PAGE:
Everyone's ideas and results were really clever: One workshop participant painted a landscape of fields of grain receding towards distant mountains (it looked like a scene from the Central Valley), and then in the lower left corner of her paper she painted a farmer scattering corn in front of chickens. Another did a diagonal row of baskets--lower left to upper right--filled with fruits and vegetables that looked like a stand at a farmer's market, and her "call-out" was a snail down in the empty right corner, whose slime trail then formed a mustard-colored border around the picture. My new acquaintance Andrea, with whom I have lunched every day, did a pale and ethereal positive/negative image of the Taj Mahal in the upper center background, and below that had a magic lamp, whose steam went up to form the headline for her writing, which was about a child who sold her a lamp outside the Taj.

Here is mine, and of course it has to do with...BOOKS. There was this great picture of a little independent bookstore, and the call-out HAD to be a stack of books that I presumably found and took home with me from my delirious shopping spree. My text is a bit wistful--when even B&Ns and Borders are closing, where can you go to truly browse the shelves any more? Well, the library--but what if you want to KEEP the books? So sad. Amazon and e-books definitely have their place, but it's too bad they had to supplant mom and pop bookstores everywhere.

But I was happy with my picture. It isn't my usual style at all--this drawing with pen seems to be bringing out a cartoon-like illustrator side I never knew existed inside my brain--but it's fun! Drawing and then painting a brick building was certainly a new challenge. Also, looking at it here in scan form, I have to ask--are those books floating? Maybe I need a shadow underneath to nail them down. Floating books ARE my speciality.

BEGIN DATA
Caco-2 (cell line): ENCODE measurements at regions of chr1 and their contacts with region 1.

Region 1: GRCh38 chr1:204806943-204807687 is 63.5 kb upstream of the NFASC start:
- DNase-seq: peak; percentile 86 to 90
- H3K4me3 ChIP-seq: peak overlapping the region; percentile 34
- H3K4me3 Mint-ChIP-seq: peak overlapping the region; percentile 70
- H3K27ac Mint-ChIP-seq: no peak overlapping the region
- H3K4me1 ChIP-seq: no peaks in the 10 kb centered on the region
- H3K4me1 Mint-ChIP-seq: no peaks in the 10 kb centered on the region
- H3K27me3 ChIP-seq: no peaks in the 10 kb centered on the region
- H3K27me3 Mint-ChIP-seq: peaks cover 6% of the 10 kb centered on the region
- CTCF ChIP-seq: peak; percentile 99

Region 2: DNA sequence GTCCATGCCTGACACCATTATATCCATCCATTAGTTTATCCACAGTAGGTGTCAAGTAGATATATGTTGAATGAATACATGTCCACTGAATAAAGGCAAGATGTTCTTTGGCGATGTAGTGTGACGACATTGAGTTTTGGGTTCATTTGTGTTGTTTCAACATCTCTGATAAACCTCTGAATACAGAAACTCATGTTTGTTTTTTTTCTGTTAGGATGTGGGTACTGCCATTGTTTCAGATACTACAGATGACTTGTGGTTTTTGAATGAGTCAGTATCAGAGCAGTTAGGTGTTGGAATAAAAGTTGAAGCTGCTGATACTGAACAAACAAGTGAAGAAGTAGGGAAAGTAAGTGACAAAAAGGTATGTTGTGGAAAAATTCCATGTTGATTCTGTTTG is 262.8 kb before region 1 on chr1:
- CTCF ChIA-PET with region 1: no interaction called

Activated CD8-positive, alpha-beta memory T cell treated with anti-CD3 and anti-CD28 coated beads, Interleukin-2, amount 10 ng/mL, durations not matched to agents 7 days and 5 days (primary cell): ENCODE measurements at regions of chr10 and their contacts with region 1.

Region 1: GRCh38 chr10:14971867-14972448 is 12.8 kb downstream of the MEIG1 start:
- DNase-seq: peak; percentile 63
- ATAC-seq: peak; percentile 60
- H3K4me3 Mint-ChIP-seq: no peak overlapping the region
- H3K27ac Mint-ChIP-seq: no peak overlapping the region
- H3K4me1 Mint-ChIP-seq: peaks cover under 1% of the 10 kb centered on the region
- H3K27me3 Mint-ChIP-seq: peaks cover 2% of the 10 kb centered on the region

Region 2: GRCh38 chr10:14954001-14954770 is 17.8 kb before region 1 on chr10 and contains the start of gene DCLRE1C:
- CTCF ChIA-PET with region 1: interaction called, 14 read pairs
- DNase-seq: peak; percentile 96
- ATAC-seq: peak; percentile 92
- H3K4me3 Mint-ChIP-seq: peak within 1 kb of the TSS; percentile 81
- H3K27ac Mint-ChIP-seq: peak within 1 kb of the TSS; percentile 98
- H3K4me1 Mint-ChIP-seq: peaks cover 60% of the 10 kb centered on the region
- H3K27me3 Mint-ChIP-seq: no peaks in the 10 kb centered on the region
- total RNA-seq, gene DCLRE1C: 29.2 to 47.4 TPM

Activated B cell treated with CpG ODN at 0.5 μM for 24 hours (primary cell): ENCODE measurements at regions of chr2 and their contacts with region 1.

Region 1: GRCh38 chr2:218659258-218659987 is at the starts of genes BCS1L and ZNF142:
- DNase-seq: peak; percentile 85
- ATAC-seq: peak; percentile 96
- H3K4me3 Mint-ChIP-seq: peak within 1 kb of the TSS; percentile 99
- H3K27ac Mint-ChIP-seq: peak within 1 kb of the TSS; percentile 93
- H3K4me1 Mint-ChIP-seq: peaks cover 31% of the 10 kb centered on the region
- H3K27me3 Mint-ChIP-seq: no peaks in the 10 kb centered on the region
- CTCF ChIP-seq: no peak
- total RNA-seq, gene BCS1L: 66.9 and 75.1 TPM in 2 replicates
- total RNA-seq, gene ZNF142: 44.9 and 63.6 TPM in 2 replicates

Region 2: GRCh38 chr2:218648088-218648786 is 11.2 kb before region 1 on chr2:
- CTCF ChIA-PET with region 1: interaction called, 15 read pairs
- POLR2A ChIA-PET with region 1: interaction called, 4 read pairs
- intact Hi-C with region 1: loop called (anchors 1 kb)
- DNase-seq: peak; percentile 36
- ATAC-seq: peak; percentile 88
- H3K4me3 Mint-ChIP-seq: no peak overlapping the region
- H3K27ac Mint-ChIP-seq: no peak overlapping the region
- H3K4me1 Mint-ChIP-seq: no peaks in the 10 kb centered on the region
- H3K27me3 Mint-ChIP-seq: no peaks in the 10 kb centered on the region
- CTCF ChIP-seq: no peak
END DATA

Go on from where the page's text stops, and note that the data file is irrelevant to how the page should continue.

Journaling the personal

One request Brenda made of all the workshop participants is that we bring a few items of a personal nature to draw and paint during the weekend. She wanted us to have something meaningful about which we could journal, that we could turn into a "sketch journal" entry by putting art and words together. So Friday afternoon, we all pulled out a set of items and made a drawing, and were supposed to wait until Saturday morning to paint it. My first two items, however, were rather simple to draw, so I went ahead and painted them too, not knowing that she wanted us to wait so we could first have a lesson on shadows and reflected light and incorporate that lesson into our painting.

So, this first picture is my quick-and-easy one, that I finished without benefit from that lesson (as is obvious from the inaccurate, made-up shadow!). Oh well.

The cat is from a small collection I have on a table in my living room; my mom gave me one, other people have brought me some from their travels, and I have picked up a couple as well, here and there. I currently have them displayed all sitting in a circle around one of those collectible pill boxes made in the shape of a birdbath, which seemed like a natural place for a bunch of kitties to congregate. But for this painting I had another idea--Mom also gave me this pill box with the Eiffel Tower on top, and--shades of Godzilla and the Empire State--they just seemed to go together!

So, I learned the shadow/reflected light lesson later, and you will see the results soon. The backwards leaning of the Eiffel Tower was a simple error in perspective combined with slanted paper, but it serendipitously worked--doesn't it look like the tower is rearing backwards with alarm from the advent of the GIANT CAT?